Last year a Florida mother of two was fatally rear-ended during a busy commute by someone distracted on their cell phone. The jury awarded a $2 million verdict against the employer, ruling that since she was on a work call the accident occurred within the scope of employment. According to the National Highway Traffic Safety Administration, almost 80% of crashes and 65% of near crashes happen within three seconds of some form of distraction (talking on a cell phone, eating, reading, etc.). Here are the findings of a poll of more than three hundred visitors to www.bestlifeonline.com:
- 75% of drivers drink water or coffee
- 73% talk on a cell phone
- 54% eat
- 37% send text messages
- 21% read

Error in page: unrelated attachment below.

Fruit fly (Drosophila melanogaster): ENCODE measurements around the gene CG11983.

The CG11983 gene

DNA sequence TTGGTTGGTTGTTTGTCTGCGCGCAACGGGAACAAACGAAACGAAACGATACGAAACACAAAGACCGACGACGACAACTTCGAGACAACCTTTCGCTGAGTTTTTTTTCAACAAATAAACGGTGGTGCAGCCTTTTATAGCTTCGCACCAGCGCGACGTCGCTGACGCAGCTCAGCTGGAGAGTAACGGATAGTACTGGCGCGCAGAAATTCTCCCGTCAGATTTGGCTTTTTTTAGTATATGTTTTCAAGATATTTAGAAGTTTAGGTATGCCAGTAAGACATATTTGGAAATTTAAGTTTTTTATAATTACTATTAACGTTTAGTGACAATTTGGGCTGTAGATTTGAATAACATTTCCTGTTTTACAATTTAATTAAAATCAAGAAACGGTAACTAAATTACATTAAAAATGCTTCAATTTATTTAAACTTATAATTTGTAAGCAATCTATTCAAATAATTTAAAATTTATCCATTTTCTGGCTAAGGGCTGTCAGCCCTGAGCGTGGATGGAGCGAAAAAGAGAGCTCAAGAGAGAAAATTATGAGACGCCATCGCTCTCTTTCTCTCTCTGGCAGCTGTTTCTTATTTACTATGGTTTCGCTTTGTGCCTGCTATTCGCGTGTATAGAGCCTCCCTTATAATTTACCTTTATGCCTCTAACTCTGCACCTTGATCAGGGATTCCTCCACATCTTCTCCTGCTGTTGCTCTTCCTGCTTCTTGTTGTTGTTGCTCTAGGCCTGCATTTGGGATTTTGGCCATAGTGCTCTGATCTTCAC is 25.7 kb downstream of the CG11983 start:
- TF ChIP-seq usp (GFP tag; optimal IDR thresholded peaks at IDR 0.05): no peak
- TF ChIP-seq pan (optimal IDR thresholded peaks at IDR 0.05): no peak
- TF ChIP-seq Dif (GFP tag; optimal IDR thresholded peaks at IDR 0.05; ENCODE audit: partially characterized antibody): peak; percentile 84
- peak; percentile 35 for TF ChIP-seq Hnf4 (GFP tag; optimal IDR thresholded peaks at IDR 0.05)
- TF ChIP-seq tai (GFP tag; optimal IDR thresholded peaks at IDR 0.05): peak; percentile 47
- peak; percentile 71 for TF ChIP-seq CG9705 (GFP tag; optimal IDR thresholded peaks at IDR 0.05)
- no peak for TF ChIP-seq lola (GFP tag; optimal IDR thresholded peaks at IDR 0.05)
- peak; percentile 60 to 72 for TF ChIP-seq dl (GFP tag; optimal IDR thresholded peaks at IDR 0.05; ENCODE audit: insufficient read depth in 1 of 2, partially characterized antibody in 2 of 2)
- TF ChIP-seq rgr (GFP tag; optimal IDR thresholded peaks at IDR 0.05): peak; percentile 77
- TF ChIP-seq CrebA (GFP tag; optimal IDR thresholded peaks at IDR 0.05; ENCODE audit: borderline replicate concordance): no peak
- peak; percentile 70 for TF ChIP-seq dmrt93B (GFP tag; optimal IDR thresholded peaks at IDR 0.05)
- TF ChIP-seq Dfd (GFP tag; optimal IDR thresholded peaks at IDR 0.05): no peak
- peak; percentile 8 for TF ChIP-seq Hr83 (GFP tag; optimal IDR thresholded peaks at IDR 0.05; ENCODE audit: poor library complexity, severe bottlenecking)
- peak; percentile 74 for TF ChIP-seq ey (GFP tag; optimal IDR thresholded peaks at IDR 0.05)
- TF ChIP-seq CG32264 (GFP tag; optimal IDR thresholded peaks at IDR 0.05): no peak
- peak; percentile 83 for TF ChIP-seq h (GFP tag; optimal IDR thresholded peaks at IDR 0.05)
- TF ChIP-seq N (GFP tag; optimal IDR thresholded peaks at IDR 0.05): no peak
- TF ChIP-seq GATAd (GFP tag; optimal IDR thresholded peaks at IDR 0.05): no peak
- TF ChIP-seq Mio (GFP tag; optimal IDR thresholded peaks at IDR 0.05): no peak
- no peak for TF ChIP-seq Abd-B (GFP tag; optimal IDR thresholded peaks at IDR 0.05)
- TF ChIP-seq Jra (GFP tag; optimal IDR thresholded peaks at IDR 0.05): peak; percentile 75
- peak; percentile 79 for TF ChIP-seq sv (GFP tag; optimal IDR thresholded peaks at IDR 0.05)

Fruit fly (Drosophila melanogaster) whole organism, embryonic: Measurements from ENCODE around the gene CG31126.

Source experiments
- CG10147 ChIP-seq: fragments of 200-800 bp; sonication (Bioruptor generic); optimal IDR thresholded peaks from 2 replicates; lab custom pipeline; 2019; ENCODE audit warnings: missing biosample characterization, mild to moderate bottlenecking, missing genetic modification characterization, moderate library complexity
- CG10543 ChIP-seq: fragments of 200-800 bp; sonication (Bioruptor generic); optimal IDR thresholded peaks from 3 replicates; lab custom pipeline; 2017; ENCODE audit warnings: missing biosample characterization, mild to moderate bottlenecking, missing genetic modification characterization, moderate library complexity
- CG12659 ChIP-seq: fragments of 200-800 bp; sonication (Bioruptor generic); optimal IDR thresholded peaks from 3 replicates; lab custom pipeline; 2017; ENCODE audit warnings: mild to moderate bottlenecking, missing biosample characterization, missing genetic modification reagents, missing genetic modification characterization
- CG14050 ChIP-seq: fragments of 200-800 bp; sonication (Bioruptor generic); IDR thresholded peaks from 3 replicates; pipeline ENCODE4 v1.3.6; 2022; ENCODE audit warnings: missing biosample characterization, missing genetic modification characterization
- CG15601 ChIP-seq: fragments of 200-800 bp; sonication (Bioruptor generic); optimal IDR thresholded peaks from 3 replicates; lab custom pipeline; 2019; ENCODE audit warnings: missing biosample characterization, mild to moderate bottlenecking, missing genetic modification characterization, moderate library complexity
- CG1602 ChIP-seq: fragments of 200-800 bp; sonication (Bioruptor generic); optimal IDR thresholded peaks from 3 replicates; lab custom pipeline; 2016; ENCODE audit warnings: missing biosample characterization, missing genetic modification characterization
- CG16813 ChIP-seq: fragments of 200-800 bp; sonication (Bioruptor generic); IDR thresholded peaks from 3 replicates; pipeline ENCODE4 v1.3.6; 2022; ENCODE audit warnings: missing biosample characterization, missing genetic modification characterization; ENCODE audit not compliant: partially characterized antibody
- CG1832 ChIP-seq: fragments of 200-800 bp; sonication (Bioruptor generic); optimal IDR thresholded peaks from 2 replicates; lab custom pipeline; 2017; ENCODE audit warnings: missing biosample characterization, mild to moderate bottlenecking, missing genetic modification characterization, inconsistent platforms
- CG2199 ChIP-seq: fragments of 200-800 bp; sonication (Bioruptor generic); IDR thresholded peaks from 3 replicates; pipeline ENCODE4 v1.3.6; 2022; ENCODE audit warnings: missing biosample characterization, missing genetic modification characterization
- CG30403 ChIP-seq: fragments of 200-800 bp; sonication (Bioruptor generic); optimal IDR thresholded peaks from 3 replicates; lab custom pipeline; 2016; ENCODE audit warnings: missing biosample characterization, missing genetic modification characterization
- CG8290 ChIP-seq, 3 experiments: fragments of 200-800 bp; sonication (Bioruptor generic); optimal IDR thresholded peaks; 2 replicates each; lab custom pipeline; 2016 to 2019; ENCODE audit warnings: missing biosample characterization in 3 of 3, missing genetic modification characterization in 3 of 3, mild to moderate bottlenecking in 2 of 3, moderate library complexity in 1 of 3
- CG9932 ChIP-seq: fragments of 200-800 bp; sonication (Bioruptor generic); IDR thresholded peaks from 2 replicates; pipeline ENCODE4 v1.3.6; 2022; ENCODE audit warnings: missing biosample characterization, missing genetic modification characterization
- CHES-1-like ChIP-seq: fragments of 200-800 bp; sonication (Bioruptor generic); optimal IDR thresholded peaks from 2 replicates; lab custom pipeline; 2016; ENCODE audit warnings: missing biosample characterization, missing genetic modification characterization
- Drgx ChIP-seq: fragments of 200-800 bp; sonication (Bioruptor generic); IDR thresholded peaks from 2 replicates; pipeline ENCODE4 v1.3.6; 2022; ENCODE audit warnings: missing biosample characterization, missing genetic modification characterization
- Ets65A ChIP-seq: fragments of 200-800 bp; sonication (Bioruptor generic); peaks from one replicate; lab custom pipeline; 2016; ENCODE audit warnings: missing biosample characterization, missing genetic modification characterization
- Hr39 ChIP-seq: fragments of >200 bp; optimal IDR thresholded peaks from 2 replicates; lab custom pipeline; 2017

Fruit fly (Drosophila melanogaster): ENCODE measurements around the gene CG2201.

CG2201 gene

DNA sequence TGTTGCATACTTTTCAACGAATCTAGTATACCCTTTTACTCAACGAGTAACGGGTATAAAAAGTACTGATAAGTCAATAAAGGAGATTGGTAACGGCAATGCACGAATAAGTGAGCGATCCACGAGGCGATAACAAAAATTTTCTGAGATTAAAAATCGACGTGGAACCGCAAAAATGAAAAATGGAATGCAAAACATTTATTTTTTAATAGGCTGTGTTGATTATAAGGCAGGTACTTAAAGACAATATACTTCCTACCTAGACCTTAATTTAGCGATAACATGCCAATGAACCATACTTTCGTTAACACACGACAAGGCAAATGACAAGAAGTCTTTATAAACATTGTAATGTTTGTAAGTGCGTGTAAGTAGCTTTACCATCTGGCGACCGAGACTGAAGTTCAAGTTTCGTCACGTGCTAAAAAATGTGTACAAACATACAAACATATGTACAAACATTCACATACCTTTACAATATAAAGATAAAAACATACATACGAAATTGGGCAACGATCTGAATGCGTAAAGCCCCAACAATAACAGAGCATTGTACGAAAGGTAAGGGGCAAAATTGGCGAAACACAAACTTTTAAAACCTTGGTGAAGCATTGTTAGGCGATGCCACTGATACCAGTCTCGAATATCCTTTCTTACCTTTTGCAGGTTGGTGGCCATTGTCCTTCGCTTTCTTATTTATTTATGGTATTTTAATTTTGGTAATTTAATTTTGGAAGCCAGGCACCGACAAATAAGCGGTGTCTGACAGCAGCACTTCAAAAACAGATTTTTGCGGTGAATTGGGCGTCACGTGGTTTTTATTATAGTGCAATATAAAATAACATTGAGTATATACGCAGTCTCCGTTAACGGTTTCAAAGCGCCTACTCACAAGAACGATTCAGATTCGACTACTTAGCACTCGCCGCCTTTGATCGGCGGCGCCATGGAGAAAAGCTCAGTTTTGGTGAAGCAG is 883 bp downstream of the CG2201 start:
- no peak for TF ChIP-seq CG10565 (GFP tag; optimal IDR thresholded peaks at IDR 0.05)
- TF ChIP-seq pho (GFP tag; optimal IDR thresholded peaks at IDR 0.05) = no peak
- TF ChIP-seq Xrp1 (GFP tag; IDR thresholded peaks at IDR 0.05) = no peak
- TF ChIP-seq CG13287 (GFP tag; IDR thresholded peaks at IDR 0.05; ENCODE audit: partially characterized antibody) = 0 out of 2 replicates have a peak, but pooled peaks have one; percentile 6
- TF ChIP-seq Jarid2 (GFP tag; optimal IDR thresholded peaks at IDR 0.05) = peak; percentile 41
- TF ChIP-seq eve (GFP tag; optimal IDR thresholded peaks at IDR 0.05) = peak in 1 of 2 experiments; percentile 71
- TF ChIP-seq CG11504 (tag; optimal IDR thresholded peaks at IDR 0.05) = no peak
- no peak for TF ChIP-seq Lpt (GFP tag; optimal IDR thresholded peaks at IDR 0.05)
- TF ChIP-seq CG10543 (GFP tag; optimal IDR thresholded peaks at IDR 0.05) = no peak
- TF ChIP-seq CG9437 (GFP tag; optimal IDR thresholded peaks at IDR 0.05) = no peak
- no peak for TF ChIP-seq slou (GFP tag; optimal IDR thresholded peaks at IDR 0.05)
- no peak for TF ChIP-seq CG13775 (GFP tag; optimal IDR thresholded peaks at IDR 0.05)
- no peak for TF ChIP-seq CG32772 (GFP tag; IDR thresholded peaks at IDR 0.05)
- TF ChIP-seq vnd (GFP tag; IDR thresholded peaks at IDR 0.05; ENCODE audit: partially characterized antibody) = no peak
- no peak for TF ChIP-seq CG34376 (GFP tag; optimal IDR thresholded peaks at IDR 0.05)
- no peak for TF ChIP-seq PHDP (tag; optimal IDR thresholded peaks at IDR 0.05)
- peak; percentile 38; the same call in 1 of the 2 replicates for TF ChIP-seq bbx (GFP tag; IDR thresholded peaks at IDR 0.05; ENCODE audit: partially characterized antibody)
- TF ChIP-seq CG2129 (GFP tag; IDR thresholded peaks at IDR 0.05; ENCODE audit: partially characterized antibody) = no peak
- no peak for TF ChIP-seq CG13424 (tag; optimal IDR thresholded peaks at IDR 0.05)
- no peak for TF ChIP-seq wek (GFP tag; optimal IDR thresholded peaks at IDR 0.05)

- 11% write
- 8% e-mail
- 5% groom
Interestingly, the readers viewed talking on a cell phone as a relatively safe activity (only 6% identified it as dangerous and 40% as somewhat risky). Other than drinking, all the other activities were viewed as dangerous.
Lesson learned: If you’re concerned about the risk associated with multitasking while your employees are driving, then prohibit them from e-mailing, eating, reading, texting, and writing in the car on company time. Get them hands-free headsets even where not required by law.